In the Philippines, where about 8% have received one dose and 2.6% received two, only about 2.8 million of the country’s 110 million population have greater protection afforded by full vaccination. 

“As long as there are people that will not get vaccinated, you will be able to transmit the infection from one individual who is sick to the person who is not vaccinated,” Co said. 

It’s the same situation for most of the world, where 70% of the 3 billion doses adminsitered worldwide have gone to only a handful of richer countries. Pulitzer Prize winning science journalist Ed Yong recently wrote that while it was just six months into the year, there have already been more infections and deaths due to COVID-19 reported in 2021 than in 2020. 

“Many nations that excelled at protecting their citizens are now facing a triple threat: They controlled COVID-19 so well that they have little natural immunity; they don’t have access to vaccines; and they’re besieged by Delta,” Yong said.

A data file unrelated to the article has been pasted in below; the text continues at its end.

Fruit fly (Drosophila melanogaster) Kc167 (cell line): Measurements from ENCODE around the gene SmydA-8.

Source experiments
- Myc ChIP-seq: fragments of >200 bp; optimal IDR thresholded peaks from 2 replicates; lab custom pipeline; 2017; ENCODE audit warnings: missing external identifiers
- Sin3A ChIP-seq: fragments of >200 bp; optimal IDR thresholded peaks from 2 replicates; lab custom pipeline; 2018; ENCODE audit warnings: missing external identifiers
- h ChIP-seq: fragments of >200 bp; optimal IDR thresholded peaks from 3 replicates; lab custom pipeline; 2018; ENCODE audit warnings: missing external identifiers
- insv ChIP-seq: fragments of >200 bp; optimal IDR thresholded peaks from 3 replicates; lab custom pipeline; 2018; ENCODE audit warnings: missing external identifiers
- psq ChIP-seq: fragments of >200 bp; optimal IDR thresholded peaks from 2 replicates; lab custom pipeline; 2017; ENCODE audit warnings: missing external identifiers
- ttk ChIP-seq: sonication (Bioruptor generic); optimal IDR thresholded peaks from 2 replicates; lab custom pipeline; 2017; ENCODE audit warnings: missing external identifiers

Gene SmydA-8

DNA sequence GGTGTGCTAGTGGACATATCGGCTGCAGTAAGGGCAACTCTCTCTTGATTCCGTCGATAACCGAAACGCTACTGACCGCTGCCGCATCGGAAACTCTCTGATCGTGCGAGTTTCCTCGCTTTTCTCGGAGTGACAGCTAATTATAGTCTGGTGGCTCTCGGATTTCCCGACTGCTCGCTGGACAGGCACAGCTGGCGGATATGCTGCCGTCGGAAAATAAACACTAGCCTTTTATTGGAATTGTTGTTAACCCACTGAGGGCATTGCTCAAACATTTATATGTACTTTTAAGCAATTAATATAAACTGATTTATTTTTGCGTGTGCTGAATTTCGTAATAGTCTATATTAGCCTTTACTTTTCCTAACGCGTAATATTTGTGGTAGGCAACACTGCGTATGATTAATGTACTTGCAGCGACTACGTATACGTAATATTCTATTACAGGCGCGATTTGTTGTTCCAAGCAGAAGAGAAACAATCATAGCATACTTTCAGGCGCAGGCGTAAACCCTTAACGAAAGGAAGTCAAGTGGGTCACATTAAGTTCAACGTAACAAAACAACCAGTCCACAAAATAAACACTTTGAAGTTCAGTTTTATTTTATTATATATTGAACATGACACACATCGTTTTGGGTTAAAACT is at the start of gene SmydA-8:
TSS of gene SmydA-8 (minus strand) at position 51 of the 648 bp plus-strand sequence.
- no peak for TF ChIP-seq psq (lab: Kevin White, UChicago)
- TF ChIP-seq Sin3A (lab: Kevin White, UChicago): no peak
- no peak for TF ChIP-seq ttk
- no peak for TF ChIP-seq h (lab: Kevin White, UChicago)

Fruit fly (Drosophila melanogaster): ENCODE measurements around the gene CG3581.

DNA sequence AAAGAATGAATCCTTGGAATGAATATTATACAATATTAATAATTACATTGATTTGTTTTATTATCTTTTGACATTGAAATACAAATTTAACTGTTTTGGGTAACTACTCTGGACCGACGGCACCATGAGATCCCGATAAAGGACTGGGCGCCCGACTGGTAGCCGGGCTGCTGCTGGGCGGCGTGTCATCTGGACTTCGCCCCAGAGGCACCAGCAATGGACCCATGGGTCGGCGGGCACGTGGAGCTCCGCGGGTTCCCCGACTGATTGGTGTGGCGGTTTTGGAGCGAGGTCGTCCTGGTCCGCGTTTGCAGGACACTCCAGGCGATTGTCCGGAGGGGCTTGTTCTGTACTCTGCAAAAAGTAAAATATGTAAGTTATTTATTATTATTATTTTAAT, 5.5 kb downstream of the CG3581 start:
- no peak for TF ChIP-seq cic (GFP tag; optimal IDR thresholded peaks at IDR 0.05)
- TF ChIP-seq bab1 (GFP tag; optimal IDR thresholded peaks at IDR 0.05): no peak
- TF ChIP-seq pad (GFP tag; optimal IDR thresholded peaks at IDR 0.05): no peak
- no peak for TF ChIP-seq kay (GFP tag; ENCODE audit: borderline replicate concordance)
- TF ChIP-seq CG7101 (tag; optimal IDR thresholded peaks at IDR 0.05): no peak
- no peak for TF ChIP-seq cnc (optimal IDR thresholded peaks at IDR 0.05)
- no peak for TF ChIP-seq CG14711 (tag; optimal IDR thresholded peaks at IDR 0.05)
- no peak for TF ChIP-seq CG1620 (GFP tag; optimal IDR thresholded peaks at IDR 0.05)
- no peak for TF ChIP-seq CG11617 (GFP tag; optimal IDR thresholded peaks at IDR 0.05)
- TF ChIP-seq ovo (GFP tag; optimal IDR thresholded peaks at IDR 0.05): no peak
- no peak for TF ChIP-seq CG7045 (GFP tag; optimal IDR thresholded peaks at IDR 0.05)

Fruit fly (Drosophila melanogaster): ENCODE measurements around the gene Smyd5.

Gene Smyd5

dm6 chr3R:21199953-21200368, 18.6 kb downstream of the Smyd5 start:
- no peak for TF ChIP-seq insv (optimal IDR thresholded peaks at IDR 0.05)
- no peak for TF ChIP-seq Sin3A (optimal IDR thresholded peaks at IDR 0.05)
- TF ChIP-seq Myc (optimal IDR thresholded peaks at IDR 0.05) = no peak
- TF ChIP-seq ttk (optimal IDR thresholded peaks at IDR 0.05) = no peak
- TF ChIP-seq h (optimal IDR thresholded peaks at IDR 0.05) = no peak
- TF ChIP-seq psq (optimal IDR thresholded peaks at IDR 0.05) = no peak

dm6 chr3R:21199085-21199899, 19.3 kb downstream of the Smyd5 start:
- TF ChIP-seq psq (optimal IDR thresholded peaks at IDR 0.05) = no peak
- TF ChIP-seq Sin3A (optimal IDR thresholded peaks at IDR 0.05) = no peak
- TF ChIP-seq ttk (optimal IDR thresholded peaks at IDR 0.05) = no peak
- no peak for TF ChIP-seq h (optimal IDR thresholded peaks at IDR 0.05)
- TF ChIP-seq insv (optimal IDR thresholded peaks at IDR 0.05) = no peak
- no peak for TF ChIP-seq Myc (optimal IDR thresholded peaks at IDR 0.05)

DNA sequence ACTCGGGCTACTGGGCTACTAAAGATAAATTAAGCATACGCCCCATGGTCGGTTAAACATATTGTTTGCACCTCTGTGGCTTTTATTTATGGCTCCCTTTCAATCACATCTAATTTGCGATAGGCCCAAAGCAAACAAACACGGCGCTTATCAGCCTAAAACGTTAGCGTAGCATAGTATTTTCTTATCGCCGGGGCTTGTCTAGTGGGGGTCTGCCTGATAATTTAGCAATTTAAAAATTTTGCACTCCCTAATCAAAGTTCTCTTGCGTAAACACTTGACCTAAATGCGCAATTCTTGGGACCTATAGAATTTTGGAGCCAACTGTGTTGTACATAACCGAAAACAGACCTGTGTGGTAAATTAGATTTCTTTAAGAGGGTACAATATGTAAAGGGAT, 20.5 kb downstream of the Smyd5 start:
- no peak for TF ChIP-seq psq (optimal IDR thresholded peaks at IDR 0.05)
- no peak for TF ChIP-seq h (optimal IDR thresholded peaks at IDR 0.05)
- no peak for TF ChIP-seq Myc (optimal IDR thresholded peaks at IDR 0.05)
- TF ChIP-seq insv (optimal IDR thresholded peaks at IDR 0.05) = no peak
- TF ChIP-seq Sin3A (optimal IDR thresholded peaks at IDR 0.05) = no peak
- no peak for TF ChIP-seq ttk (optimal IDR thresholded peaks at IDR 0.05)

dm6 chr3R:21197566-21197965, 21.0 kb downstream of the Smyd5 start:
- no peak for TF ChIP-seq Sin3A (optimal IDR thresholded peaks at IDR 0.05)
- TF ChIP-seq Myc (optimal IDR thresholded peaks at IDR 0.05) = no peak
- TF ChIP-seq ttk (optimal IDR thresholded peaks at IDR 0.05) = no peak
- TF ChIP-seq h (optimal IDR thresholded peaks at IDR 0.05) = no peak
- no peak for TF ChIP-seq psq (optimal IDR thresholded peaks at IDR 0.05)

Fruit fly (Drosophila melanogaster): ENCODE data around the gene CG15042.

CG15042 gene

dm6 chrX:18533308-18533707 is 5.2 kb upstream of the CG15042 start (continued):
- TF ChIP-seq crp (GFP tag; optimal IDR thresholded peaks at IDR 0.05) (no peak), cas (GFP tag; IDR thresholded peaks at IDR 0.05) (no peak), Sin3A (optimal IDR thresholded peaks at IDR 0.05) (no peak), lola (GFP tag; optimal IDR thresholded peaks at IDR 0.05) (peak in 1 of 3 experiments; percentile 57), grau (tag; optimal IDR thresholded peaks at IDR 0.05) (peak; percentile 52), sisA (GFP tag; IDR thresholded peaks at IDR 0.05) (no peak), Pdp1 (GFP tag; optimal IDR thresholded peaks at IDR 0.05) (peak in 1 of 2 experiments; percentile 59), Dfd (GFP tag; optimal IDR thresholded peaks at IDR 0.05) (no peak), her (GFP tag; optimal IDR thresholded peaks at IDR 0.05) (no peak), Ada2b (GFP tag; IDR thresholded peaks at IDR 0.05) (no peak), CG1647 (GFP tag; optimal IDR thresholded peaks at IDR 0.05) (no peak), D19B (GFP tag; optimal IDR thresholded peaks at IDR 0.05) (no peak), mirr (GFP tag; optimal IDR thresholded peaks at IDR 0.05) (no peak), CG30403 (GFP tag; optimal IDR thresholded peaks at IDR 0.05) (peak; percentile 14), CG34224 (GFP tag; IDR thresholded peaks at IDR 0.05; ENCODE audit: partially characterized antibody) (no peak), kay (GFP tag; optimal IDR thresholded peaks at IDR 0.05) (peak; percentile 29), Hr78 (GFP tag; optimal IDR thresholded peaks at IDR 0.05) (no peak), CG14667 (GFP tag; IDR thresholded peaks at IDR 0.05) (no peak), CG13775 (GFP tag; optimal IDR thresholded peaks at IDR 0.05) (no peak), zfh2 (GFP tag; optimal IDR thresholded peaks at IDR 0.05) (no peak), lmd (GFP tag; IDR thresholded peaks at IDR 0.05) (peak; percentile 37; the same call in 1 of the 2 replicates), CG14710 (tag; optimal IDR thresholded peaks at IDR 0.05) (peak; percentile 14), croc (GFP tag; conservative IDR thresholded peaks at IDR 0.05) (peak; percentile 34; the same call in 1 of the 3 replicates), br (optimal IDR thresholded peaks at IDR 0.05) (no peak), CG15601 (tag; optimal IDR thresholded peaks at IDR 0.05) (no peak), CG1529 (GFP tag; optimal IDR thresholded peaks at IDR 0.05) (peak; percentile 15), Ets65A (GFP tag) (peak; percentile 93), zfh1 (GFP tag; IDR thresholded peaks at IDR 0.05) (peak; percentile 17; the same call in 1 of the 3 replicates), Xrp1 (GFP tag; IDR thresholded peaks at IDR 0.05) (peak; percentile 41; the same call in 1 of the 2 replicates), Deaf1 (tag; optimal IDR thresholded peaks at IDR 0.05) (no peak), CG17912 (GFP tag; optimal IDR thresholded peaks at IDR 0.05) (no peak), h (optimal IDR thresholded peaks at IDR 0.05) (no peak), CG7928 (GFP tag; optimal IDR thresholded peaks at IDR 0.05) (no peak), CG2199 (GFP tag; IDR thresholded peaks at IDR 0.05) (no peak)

Another reason to treat widespread vaccination with more urgency is to prevent the emergence of a variant that could render vaccines substantially less effective, Sanicas said. 

“We are lucky because, up to now, the vaccines are still working against the variants, but it could happen that in the next couple of months, there will be a variant that’s really significantly affecting vaccine efficacy and we will be in a different situation,” he said. 

Delta might not be the variant that overtakes vaccines, Sanicas said, but if left uncontrolled, it can still usher in a potentially deadly surge in cases.

“The consequence of variants that are more transmissible is there will be more cases. And more cases [means] more chances of people developing serious diseases and more hospitalizations. The health care system will be affected again and we’ll be back to the lockdown,” he said.

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Confidence in vaccines

For those lingering doubts, WHO chief scientist Dr. Soumya Swaminathan gave assurances that “all of the WHO emergency use listed vaccines do protect against developing severe disease, hospitalization and death due to the Delta variant.”